Friday, December 11, 2020

Roy Clark

Ron Santo


This has been a pretty bad off-season for the Cubs, but 1973 was even more painful for Cub fans. The Cubs traded two Hall of Famers: Fergie Jenkins and Ron Santo. Santo was traded on this day to the Chicago White Sox. Santo was a nine time all-star (including 1973), but was clearly on the downside of his career. In return for Santo the Cubs got pitcher Steve Stone, catcher Steve Swisher, and pitcher Ken Frailing. It actually turned out to be a good deal for the Cubs. Santo only played one year for the White Sox and retired after hitting a woeful .221 for them. Steve Stone, on the other hand pitched three years for the Cubs (including a 12-win season in 1975), as did Ken Frailing, and Steve Swisher became a National League all-star in 1976. Santo was very upset by the trade, but he obviously eventually forgave the Cubs. His #10 flag will fly on the Wrigley Field foul pole forever

Father Knows Nothing Interviews

Thursday, December 10, 2020

Minutia Men Celebrity Interview--Paul Michael Glaser

Free Kicks--The Champion's League


Wednesday, December 09, 2020

Sean's National Team Commercial

Ten years ago today, this commercial debuted during a US Men's National Team game on ESPN. The kid at the end of this video is my youngest son Sean. I got a call from the advertising agency asking if he would come out and film it on a cold morning on Chicago's lakefront. He was 8 years old at the time, and he was paid a brand new pair of cleats for his time (Size One). He still plays soccer, by the way, although it's clear he will never play for the national team. This is as close as he will ever come. But it's still pretty fun to relive it....

Tuesday, December 08, 2020

Remembering John

Minutia Men--Rick and Dave's European Vacation

John Lennon

 40 years ago today John Lennon was murdered on the streets of New York City. Eckhartz Press author Bobby Skafish was on the air at WXRT when the news broke. He wrote about it in his book We Have Company. Here is that chapter from the book…


Monday, December 8th, 1980, the night John Lennon died, I was on the air at WXRT, doing a 6 to 10 PM show. On Mondays the 9 o’clock hour was always “This Week in Chicago,” a 60 minute heads up on who was coming to Chicago and the surrounding area to play live music.

During the second half of this specialty show an alarm went off on the news wire. There was a tiny room with a permanently opened door that housed a teletype machine or two. When it would signal an alarm due to important news, you could hear it out in the hall, but in the sound-proof air studio a flashing light did the job. John Lennon had been shot in New York City. I went back on the air, and not long after another bulletin came: Lennon was dead. It was right around this time News Director Neil Parker called with corroboration. Not a long time before Johnny Mars would take over at 10.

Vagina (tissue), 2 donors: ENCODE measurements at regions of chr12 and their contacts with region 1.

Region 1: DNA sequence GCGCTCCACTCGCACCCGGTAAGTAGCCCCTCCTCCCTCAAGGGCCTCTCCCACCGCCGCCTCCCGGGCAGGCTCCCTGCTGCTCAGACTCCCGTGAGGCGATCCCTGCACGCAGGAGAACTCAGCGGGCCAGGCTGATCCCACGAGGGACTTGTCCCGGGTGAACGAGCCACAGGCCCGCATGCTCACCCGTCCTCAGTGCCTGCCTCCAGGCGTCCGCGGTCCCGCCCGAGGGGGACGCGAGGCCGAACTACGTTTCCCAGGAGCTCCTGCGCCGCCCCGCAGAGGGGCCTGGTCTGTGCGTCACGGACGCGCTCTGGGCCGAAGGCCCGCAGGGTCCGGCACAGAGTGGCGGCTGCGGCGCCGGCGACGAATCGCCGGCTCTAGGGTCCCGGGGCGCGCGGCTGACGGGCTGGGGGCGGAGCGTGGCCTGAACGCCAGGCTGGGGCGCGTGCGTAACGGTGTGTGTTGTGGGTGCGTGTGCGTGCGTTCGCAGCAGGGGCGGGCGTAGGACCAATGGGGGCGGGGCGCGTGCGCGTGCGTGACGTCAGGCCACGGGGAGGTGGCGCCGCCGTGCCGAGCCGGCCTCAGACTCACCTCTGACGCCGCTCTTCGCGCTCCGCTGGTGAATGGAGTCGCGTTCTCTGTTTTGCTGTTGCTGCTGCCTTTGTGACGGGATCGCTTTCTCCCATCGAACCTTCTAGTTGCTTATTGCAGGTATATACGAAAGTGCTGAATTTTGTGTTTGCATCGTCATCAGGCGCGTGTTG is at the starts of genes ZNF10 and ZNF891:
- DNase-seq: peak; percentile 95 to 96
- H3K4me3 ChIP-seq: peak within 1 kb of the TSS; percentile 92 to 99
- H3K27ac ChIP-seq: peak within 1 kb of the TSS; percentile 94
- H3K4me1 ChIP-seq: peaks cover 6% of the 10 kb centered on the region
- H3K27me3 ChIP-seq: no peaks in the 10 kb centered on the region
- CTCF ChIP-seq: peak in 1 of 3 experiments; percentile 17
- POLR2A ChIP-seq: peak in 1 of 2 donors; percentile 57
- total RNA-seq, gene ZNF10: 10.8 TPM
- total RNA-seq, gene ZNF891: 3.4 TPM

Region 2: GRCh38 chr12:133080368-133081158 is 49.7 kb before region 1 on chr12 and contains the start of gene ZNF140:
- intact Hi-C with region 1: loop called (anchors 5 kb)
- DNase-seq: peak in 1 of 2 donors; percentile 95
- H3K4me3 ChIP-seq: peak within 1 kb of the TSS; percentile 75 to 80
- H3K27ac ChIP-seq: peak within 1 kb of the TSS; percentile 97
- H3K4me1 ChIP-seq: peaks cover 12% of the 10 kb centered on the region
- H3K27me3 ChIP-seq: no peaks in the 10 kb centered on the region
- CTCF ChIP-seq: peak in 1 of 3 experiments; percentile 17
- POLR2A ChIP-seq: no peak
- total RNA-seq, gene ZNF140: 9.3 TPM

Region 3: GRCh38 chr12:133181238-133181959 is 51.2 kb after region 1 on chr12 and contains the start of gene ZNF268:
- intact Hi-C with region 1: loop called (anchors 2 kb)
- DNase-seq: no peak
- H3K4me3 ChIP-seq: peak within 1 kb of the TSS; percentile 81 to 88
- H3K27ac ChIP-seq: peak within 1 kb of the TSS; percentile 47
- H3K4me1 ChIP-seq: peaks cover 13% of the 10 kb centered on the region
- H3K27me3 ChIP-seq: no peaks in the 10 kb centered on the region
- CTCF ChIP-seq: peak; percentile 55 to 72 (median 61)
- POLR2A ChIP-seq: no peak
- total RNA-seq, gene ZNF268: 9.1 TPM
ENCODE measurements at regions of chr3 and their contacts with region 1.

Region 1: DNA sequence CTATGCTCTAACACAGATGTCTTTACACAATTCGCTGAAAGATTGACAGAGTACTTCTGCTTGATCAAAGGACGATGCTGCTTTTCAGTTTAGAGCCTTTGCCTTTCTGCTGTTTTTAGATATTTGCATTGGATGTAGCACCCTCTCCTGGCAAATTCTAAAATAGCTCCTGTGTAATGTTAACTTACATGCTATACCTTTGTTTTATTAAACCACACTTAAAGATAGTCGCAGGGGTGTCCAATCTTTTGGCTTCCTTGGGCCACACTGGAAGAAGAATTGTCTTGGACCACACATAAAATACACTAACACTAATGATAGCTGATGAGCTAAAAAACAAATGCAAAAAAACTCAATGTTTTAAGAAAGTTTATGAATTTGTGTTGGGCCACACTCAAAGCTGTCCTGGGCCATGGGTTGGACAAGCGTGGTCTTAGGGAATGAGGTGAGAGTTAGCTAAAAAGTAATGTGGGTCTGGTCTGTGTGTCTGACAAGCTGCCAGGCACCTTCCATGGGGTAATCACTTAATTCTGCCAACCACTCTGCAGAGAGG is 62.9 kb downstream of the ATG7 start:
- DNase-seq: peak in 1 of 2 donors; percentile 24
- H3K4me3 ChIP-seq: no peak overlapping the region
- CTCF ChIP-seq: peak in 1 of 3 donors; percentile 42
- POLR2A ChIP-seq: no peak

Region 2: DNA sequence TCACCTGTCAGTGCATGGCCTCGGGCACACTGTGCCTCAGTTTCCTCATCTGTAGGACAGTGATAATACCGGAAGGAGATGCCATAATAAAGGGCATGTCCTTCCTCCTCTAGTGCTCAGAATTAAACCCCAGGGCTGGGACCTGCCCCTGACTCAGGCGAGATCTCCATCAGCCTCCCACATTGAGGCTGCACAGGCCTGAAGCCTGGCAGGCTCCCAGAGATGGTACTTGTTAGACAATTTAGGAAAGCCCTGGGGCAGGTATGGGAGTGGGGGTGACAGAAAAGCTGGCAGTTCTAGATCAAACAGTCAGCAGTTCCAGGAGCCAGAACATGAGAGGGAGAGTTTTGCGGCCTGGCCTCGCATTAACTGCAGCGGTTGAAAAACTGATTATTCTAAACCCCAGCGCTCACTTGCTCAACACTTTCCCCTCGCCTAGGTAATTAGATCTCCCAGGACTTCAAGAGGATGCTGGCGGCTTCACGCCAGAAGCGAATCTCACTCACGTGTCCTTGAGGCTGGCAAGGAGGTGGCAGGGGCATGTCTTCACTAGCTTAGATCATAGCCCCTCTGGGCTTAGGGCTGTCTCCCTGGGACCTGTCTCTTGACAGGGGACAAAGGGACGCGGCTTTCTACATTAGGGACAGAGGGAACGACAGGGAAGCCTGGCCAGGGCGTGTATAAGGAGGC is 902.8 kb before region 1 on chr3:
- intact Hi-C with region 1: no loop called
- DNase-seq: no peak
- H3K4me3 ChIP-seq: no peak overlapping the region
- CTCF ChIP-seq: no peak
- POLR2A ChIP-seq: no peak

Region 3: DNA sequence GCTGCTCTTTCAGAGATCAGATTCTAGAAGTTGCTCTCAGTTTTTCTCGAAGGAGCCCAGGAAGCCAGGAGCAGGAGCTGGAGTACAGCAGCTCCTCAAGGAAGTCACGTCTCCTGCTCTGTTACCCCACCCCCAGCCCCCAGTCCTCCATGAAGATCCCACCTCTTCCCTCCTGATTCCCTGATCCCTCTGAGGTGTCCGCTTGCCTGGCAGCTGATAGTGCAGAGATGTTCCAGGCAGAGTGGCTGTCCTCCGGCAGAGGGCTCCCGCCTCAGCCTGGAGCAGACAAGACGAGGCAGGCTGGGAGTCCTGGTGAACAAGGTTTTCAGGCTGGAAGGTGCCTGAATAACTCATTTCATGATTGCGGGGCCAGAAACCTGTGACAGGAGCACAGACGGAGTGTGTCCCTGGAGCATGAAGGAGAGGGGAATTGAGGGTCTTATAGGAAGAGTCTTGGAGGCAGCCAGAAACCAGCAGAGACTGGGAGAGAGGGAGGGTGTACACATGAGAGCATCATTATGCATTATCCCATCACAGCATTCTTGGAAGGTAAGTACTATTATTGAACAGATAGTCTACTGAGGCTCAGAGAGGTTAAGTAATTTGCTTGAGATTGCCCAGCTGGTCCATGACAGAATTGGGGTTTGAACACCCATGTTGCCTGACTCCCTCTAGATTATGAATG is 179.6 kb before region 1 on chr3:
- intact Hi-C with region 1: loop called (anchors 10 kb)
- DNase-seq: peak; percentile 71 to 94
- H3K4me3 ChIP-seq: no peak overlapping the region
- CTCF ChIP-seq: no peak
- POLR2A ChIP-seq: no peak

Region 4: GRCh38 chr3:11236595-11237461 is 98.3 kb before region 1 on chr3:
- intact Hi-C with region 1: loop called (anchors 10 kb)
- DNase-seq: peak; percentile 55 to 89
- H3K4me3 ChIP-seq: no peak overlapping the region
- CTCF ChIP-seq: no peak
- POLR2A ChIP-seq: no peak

My dilemma was this: This Week in Chicago, sponsored by Talman Home Federal Savings and Loan, was specific in its mission. Yet, on a December 8th there was much less action on the stages; artists toured Chicago less during cold-weather months. That meant less Springsteen and Queen and more Koko Taylor and Phil ‘n’ the Blanks. This was one of those kinds of weeks in Chicago.

So, although I made the announcement on the air, I couldn’t, in my mind, play Lennon music. I put myself in a box of my own making. There was no phone conversation with program director Norm Winer. In his first movie Pee Wee Herman proclaimed himself a loner and a rebel. At most, I was only half that.

The phone calls from listeners were another matter. People literally cried over the phone, and some gave me a “say it isn’t so” challenge I couldn’t meet.

After I signed off TWIC, Mars took over and worked the Lennon tragedy thoroughly, playing plenty of his music and adding commentary. Mars was acclaimed, I believe in popular free Chicago weekly The Reader, for rising to the occasion.

I sort of disqualified myself from doing something timely and soothing and laudatory – all called for. Considering that this monumental thing cold-cocked me with no time to reflect, only react, while being deep into the regularly scheduled offering, the task of fitting an ocean of thoughts and emotions into a thimble of time was just too overwhelming.